Spurs’ season has been a study in contrasts, from the topsy-turvy chaos of Nuno’s all-too-brief reign (five wins and five defeats in 10 Premier League games before he was fired) to the absolute serenity and improvement under Antonio Conte. And yet, after six wins and three draws in their last nine, Sunday saw them slump to a third straight defeat as Wolves took a 2-0 win home with them from North London.

The key word is “sloppiness.” It’s unlike a Conte team to be so slack, but they began Sunday’s game much like they ended the midweek defeat to Southampton, failing to tidy up loose balls and paying the price. Raul Jimenez and Leander Dendoncker scored in the opening 16 minutes and that was all it took. Jimenez swept home from close range after Hugo Lloris failed to hold a Dendoncker shot, and the second was borne from a poor attempt to play out from the back.

Having worked so hard to claw themselves from mid-table up to as high as fifth place in mid-January, three straight losses has them back down in eighth. Conte must redress the balance and quick if they’re to remain in the conversation for Europe next season. — Tyler

Vallecano’s season is stagnating

Rayo Vallecano are having an exceptional season by any measure. Everyone’s favourite LaLiga underdogs — led by Spain’s most impressive young coach, Andoni Iraola — signed Radamel Falcao, put together a five-month unbeaten home run that had them pushing for a Champions League place, and reached their first Copa del Rey semifinal in 40 years.

It was always too good to last, though. A paper-thin squad has been stretched by those twin demands of league and cup football, and as Iraola admitted this weekend, off-the-field divisions between the club and their fans are now starting to have a visible impact on the pitch.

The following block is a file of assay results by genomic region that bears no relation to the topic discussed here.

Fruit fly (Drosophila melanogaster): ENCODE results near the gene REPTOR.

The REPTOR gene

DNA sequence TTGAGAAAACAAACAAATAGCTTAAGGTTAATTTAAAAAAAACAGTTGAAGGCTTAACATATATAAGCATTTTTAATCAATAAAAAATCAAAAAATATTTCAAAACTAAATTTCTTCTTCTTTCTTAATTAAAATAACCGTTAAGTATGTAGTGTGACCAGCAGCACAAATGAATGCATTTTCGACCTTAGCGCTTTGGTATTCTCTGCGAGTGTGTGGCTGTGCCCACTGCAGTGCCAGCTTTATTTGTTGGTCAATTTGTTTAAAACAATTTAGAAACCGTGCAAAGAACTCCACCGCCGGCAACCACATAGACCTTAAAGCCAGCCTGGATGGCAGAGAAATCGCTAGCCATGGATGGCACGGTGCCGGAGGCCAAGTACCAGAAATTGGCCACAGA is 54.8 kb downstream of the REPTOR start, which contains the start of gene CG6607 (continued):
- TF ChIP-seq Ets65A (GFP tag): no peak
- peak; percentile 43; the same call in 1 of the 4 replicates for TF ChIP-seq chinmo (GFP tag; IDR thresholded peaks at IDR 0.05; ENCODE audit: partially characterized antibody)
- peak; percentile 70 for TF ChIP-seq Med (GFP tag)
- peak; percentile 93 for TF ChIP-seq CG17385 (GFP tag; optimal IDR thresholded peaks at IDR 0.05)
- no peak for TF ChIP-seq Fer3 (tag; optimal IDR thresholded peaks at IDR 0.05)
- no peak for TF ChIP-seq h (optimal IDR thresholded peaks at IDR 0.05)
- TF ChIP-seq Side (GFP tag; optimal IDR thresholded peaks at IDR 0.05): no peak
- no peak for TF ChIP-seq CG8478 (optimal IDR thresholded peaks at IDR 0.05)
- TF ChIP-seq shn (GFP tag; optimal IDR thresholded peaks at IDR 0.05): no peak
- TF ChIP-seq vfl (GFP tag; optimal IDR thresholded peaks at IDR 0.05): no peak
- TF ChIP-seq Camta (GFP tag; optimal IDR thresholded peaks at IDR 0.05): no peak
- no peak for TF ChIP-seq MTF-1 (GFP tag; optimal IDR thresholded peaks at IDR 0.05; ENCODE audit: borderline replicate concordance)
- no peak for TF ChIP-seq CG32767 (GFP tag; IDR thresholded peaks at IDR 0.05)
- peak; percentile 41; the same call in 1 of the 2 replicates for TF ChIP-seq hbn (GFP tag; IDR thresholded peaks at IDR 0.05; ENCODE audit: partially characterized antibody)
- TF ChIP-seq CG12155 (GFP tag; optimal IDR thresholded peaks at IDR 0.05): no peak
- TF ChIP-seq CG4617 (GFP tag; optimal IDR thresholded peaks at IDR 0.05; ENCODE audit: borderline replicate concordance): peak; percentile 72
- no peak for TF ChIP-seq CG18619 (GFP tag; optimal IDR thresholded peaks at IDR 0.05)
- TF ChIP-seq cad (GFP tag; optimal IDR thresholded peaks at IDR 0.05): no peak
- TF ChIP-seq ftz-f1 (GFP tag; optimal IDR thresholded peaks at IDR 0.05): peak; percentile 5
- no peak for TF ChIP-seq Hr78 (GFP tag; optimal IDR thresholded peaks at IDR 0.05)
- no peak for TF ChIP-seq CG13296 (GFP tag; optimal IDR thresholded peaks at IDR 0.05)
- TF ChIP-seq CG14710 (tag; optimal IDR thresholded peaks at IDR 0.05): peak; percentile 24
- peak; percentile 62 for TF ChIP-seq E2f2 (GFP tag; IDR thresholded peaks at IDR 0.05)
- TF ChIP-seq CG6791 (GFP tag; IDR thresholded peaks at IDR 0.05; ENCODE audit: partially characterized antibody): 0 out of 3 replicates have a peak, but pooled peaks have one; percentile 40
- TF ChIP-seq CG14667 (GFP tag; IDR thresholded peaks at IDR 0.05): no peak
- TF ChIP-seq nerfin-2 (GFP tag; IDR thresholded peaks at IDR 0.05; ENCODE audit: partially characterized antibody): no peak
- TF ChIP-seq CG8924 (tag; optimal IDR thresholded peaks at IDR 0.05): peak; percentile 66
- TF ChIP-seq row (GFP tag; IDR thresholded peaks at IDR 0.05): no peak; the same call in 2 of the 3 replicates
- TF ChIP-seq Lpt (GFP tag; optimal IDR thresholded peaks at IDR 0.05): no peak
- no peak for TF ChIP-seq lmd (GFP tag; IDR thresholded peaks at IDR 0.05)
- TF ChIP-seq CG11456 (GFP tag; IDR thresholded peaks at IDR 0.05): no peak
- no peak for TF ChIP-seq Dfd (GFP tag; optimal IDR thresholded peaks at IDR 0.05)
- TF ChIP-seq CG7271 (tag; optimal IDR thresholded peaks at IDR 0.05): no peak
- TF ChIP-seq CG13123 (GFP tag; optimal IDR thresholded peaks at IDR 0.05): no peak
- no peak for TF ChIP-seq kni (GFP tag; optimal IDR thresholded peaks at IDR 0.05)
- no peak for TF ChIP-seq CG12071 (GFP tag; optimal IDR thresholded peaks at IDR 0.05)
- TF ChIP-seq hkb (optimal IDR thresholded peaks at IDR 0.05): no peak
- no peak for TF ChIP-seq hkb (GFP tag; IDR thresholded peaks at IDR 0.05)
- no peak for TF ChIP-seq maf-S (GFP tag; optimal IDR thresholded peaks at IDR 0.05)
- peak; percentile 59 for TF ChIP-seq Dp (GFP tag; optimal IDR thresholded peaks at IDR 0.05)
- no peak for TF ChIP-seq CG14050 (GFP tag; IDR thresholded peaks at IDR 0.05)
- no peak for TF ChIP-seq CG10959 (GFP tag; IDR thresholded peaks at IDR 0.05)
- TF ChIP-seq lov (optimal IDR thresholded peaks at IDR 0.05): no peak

Rayo haven’t won a league game in 2022, Falcao hasn’t scored since November, they lost their midweek Copa semifinal home leg 2-1 to Real Betis, and Saturday saw them comprehensively beaten 3-0 by Osasuna. Lucky for Rayo, the points cushion built up over a superlative first half of the season has them sitting comfortably in mid-table, but there’s still no room for complacency: they need to find a win again, and sooner rather than later. — Kirkland


Weekend MVP: Raheem Sterling

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Janusz Michallik praises Raheem Sterling after his hat trick helped Manchester City win 4-0 vs. Norwich.

Raheem Sterling has had a disappointing season by his own high standards at Manchester City, but despite his struggle to secure a regular starting spot at times during this campaign, his hat-trick in Saturday’s 4-0 win at Norwich took him to 10 Premier League goals, making him his team’s leading goalscorer in the league.

The England forward is out of contract at the Etihad in June, 2023 and he has already spoken publicly this season of his readiness to move away from the club if a new deal is not forthcoming or if he cannot reclaim his place in Pep Guardiola’s team. Those early-season comments now seem a fading memory, with Sterling becoming a more consistent performer for City in recent weeks.

His position at City will always be under threat due to the options at Guardiola’s disposal and the £100m summer signing of Jack Grealish initially impacted on those opportunities. But his versatility in being able to play anywhere across the front three has worked in his favour, and that hat-trick underlined his ability to add a cutting edge to City’s team when he plays.

Such is Guardiola’s determination to use all his top players that Sterling could be back on the bench when City face Sporting in the Champions League in Lisbon this week. But his performance at Norwich offered everyone a reminder, if needed, how much Sterling can bring to the table when he is on form. — Ogden